by Kristine Schmucker, Archivist/Curator
What was life like for the women who came with their husbands to Newton in 1871-72? Their stories are usually harder to find and not as glamourous, but do give a glimpse into real life on the prairie.
In February 1872, Samuel Lehman and his bride arrived in Newton. Mrs. Lehman had the distinction of being “one of the first brides in the primitive town” [Newton]. When the Lehmans arrived in Newton, Samuel went into the hardware business with Dwight R. Bennett, who also had a young wife, Sarah. The two were neighbors and became friends.
A Bennett family story tells about interactions between the Native Americans and the two young women.
“The Indians from Indian Territory would come to Newton. They were quite wild at the time . . . Sarah with her young neighbor, Mrs. Lehman who lived next door would lock their doors and would stand outside their houses to trade grease and sugar and other articles or groceries for beads and baskets made by the Indians.”
One can only imagine what other experiences the two shared.
At the time of the Lehman’s arrival, Newton boasted between 13 & 14 buildings and “nothing but prairie to be seen and great herds of cattle” according to the memories of Samuel Lehman. One can only imagine how it looked to his new bride, Louisa.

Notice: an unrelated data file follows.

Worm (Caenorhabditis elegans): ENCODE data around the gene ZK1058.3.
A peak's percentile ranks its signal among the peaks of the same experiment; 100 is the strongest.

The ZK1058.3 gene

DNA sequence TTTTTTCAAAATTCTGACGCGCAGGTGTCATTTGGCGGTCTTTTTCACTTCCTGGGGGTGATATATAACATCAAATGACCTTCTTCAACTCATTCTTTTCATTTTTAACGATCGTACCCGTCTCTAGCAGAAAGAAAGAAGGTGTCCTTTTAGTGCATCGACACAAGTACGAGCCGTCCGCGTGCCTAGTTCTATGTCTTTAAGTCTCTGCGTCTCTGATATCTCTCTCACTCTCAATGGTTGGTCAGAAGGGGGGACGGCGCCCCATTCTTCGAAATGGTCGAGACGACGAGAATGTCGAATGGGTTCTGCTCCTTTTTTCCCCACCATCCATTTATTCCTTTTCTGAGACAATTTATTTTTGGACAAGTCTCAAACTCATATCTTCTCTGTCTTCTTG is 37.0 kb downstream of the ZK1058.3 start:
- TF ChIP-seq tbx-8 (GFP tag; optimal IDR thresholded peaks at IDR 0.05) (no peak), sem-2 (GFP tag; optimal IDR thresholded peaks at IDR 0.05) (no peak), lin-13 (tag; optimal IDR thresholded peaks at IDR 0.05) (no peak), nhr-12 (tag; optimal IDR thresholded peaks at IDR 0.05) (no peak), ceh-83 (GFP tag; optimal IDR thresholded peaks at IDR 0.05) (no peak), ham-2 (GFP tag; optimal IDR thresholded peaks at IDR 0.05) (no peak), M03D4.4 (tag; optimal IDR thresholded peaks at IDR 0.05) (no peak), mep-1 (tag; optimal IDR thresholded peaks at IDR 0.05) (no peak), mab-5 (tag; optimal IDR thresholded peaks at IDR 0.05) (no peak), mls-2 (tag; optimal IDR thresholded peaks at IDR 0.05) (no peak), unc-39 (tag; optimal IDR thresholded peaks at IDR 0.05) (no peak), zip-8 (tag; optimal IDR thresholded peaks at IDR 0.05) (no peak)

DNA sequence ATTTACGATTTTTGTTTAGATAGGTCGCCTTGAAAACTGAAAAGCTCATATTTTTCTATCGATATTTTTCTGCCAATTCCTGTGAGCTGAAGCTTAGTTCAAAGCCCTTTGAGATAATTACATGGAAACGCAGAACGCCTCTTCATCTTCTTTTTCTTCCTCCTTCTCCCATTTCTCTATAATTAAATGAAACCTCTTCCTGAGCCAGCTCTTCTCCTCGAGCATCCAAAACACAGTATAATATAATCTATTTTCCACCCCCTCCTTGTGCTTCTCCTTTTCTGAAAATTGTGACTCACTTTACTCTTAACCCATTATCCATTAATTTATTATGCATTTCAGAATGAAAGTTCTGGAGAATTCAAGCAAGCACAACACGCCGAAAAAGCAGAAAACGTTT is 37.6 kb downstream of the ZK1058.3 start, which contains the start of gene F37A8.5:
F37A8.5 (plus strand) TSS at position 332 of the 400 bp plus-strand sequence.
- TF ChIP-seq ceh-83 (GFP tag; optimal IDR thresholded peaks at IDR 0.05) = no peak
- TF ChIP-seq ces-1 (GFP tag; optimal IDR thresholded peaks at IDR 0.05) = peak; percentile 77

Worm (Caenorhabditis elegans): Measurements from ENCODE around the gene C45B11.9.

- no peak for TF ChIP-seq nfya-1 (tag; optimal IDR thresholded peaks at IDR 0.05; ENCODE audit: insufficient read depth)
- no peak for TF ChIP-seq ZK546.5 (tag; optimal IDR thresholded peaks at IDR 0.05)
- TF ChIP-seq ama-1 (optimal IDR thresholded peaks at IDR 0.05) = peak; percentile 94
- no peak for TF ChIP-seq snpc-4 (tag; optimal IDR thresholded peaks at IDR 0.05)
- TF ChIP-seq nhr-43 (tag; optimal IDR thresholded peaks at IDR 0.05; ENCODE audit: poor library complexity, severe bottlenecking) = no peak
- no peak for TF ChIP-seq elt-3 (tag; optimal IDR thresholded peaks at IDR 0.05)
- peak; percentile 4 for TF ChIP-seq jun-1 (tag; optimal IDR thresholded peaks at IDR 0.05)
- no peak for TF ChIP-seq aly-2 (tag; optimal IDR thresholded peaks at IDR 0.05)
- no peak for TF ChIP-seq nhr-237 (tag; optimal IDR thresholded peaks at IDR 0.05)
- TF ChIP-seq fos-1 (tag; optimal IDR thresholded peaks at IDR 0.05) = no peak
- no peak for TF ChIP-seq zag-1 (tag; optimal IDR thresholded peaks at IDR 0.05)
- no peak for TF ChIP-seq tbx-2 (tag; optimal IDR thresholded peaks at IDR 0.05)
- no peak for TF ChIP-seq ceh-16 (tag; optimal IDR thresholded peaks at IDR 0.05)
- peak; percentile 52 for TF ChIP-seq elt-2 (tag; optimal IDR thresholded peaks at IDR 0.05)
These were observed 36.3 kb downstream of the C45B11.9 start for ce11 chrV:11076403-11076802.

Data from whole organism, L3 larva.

A year later, Bennett sold his interest in the lumber company to Lehman and moved his family back to Ohio. Perhaps Louisa gave this photo of herself to Sarah as a remembrance.
Mrs. Louisa J. Glendening Lehman continued to live in Newton and became a leader in the community. She was born in Bunrysburg, Ohio on February 16, 1848 and died on June 6, 1918 in Newton, Ks. In 1870, she moved to Topeka, Ks where she met and married Samuel Lehman on February 12, 1872. The newlyweds left for Newton shortly after. The couple had two children, Glenn and Neva.
Described as cheerful person, devoted to her family and church always “bringing sunshine to sorrowing hearts wherever she found them.” She served has president of the Ladies Reading Circle for sixteen years “during a period when capable leadership meant so much and never failed in her service or faithfulness.”
One wonders what other stories she would tell about the early days in Newton.
- Newton Kansan: 10 January 1918, 18 June 1922
- Register Report for Dwight Ripley Bennett, p. 1. provided by Joe W. Zeman, Norman, Ok. HCHM Archivist/Curator Files: Lehman.
- Thank you to Joe W. Zeman who identified the photos in his family’s collection as from Newton, contacted HCHM and donated the photos to our collection. Without this, we would not have a photos of Louisa J. Lehman or her house.